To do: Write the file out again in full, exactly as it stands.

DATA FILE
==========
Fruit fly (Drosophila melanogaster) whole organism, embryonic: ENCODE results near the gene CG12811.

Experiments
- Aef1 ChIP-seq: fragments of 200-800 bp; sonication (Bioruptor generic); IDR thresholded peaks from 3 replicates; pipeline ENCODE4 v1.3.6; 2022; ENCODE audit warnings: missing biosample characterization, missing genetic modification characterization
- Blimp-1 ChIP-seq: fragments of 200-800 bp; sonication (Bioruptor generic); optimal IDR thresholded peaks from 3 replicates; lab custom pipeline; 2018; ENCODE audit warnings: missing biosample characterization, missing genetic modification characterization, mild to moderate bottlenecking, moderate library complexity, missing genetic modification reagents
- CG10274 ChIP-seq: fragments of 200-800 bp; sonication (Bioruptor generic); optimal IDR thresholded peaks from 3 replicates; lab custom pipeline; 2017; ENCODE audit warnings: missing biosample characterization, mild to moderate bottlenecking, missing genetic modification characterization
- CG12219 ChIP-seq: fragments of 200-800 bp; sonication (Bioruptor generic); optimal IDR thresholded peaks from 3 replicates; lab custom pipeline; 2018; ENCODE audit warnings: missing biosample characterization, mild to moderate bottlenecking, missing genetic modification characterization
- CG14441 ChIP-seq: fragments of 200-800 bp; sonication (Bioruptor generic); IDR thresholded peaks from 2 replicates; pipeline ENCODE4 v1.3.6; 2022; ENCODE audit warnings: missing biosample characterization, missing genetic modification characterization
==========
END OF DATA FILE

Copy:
Fruit fly (Drosophila melanogaster) whole organism, embryonic: ENCODE results near the gene CG12811.

Experiments
- Aef1 ChIP-seq: fragments of 200-800 bp; sonication (Bioruptor generic); IDR thresholded peaks from 3 replicates; pipeline ENCODE4 v1.3.6; 2022; ENCODE audit warnings: missing biosample characterization, missing genetic modification characterization
- Blimp-1 ChIP-seq: fragments of 200-800 bp; sonication (Bioruptor generic); optimal IDR thresholded peaks from 3 replicates; lab custom pipeline; 2018; ENCODE audit warnings: missing biosample characterization, missing genetic modification characterization, mild to moderate bottlenecking, moderate library complexity, missing genetic modification reagents
- CG10274 ChIP-seq: fragments of 200-800 bp; sonication (Bioruptor generic); optimal IDR thresholded peaks from 3 replicates; lab custom pipeline; 2017; ENCODE audit warnings: missing biosample characterization, mild to moderate bottlenecking, missing genetic modification characterization
- CG12219 ChIP-seq: fragments of 200-800 bp; sonication (Bioruptor generic); optimal IDR thresholded peaks from 3 replicates; lab custom pipeline; 2018; ENCODE audit warnings: missing biosample characterization, mild to moderate bottlenecking, missing genetic modification characterization
- CG14441 ChIP-seq: fragments of 200-800 bp; sonication (Bioruptor generic); IDR thresholded peaks from 2 replicates; pipeline ENCODE4 v1.3.6; 2022; ENCODE audit warnings: missing biosample characterization, missing genetic modification characterization